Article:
DURHAM, N.C. -- Researchers at Duke University Medical Center have discovered that an existing class of drugs used to treat organ transplant recipients may also help fight a type of fungus that infects and often kills AIDS patients and other people with weakened immune systems.
The researchers said the compounds effectively stopped growth of the fungus in test tube studies. They are now testing the most promising compound in animals afflicted with fungal infections.
In the May 15 issue of the EMBO Journal, geneticist Dr. Joseph Heitman, a Howard Hughes Medical Institute investigator; fungus expert Dr. John Perfect of the division of infectious diseases; and their colleagues identified a trait in the fungus Cryptococcus neoformans that allows it to infect people, and suggested a potential new drug target to stop the infection.
The studies were funded by the Veterans Administration Research Center on AIDS and HIV infection and a U.S. Public Health Service grant.
C. neoformans is the leading cause of fungal meningitis, a serious and sometimes deadly infection of the thin membrane that covers and protects the brain. The fungus enters the body through the lungs when a person breathes in its airborne spores. In a healthy person, it is mostly harmless, because the immune system effectively combats the organism. However, in people with suppressed immune systems, the organism can evade the host defense and infect the brain.
Between 6 percent and 10 percent of AIDS patients develop this life-threatening infection, the researchers said. In about 40 percent of these patients, it is the first infection they develop when their infection progresses to AIDS.
"There is a pressing need for new anti-fungal agents against Cryptococcus and other fungi because we are identifying an increase both in the number of cases of serious fungal infection and in strains of fungus resistant to current treatments," Perfect said. "Ironically, our successes with antibiotics have helped foster this increase. Patients are surviving bacterial infections only to then develop fungal infections. Our finding may be another step in developing an effective line of defense against these potentially deadly pathogens."
Once an infection is established, treatment options are limited. The most effective anti-fungal drug, called fluconazole, requires lifetime therapy in AIDS patients and has side effects such as nausea and kidney disease.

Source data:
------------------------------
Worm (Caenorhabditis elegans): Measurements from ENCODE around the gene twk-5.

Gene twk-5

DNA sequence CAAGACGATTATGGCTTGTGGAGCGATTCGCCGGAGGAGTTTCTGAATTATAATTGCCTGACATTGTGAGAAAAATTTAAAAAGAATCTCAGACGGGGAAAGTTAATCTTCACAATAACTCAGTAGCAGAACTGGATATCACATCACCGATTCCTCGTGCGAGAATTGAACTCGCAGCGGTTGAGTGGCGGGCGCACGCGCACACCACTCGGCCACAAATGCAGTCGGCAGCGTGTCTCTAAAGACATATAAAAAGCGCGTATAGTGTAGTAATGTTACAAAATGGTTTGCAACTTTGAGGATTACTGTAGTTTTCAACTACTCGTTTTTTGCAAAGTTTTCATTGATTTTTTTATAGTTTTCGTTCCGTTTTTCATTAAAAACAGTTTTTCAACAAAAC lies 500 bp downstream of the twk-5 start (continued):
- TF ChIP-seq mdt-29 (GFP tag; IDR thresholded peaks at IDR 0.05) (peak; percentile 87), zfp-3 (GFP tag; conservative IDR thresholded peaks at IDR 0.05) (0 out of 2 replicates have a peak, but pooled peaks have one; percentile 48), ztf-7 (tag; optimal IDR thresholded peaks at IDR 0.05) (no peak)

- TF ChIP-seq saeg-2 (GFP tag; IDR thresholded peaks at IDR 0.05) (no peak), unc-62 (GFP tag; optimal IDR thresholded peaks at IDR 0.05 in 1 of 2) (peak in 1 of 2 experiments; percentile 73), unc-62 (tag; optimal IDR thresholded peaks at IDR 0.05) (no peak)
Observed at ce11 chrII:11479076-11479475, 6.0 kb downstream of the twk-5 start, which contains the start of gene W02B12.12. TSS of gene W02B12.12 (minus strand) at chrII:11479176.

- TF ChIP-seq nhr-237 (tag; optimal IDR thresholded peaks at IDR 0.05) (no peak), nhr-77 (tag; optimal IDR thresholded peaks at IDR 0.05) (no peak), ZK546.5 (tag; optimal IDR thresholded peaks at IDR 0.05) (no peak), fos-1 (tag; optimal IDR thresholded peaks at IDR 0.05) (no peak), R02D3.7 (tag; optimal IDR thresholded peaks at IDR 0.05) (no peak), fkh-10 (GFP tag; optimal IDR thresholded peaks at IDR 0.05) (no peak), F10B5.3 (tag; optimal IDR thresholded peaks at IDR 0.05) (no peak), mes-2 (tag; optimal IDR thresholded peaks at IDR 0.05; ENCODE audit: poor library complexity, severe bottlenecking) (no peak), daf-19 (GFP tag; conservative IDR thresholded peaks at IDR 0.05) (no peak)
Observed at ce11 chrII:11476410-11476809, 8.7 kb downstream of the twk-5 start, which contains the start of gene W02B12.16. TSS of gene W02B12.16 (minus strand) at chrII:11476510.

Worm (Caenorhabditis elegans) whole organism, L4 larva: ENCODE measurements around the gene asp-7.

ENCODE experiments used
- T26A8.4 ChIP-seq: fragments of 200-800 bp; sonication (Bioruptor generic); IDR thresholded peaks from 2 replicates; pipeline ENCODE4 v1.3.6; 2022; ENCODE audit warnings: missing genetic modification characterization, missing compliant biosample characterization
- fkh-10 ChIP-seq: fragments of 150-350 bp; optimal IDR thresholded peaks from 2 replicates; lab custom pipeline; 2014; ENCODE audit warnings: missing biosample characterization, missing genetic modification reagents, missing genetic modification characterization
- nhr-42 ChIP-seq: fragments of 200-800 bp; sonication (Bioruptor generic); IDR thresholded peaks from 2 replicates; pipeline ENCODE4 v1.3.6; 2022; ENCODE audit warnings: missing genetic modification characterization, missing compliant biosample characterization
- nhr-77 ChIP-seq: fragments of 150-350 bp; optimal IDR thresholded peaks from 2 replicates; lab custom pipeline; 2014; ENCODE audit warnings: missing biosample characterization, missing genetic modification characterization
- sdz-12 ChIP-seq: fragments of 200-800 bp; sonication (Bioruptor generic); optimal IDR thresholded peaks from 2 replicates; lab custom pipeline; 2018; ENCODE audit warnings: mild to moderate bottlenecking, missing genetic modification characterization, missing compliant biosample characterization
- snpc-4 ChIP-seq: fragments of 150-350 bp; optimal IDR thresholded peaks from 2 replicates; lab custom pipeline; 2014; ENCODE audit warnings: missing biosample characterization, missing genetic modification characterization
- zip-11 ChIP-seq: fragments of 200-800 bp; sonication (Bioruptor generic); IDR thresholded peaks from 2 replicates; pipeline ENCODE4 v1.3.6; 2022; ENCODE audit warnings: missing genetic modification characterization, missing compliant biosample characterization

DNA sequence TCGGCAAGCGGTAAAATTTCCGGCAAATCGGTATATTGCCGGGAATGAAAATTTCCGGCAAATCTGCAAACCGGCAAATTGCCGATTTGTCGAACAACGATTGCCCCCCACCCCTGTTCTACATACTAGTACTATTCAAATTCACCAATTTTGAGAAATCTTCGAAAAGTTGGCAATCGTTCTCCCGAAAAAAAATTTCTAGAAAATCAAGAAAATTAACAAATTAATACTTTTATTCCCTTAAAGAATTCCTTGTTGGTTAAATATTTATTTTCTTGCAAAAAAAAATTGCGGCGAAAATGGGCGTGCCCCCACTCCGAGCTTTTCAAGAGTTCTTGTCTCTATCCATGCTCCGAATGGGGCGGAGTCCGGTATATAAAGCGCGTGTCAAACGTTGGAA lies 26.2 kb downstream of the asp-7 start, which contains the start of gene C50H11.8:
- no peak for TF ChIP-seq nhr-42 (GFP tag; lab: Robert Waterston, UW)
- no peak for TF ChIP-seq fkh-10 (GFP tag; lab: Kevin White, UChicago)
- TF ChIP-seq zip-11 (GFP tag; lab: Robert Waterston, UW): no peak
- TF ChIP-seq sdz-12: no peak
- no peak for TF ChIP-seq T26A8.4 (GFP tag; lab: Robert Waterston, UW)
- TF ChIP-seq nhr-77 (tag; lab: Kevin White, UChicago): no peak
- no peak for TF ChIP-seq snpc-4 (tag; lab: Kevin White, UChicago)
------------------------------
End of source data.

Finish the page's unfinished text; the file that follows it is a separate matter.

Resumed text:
The researchers found the immunosuppressive drugs cyclosporin and FK506, which are used to treat organ transplant recipients, prevent C. neoformans from growing at body temperature, but not at room temperature.
In addition to Heitman, who is an assistant professor of genetics and pharmacology, and Perfect, the research team included Audrey Odom, Scott Muir, Eric Lim and Dena Toffaletti.
Their findings build on an earlier paper, published in the January 1997 issue of Antimicrobial Agents and Chemotherapy, in which Odom, Maurizio del Poeta, Perfect and Heitman showed a non- immunosuppressive drug in the same family as cyclosporin and FK506 also blocks the fungus from growing at body temperature.
"It is difficult to find effective treatments for fungal infections because fungi, unlike bacteria, use the same basic machinery as humans to carry out life processes," Heitman said. "This means there are very few drug targets for fungi. We believe we have found one such target."
In previous research, Heitman showed cyclosporin and FK506, two leading anti-organ rejection drugs, both jam the mechanism that activates immune system cells by blocking a single target inside cells, a protein called calcineurin.
Since the drugs only work at body temperature, calcineurin must be required for cells to grow at this temperature, Heitman said. To test the idea, the researchers disrupted the gene for calcineurin in the fungus. They found that the mutant fungus lacking calcineurin could no longer survive at body temperature, and as a consequence, could no longer infect animals. They also found calcineurin is required for fungal growth at two other conditions found in animals and people: a high pH and high carbon dioxide environment.
"This finding indicates that calcineurin is required for virulence," Heitman said.
Since pharmaceutical researchers have tested many calcineurin inhibitors as treatments to prevent organ transplant rejection, Heitman tried several that had been rejected as organ transplant drugs because they did not suppress the immune system. One of these, a compound called
L-685,818, a close analog of the U.S. Food and Drug Administration-approved drug FK506, proved toxic to the fungus, while sparing normal immune system function. The Duke researchers are now testing the compound, produced by the pharmaceutical company Merck, in animals infected with the fungus.
"Ironically, calcineurin can both suppress the immune system and kill the fungus," Perfect said. "Thus development of specific inhibitors that kill the fungus and not harm people will be necessary. That now appears possible."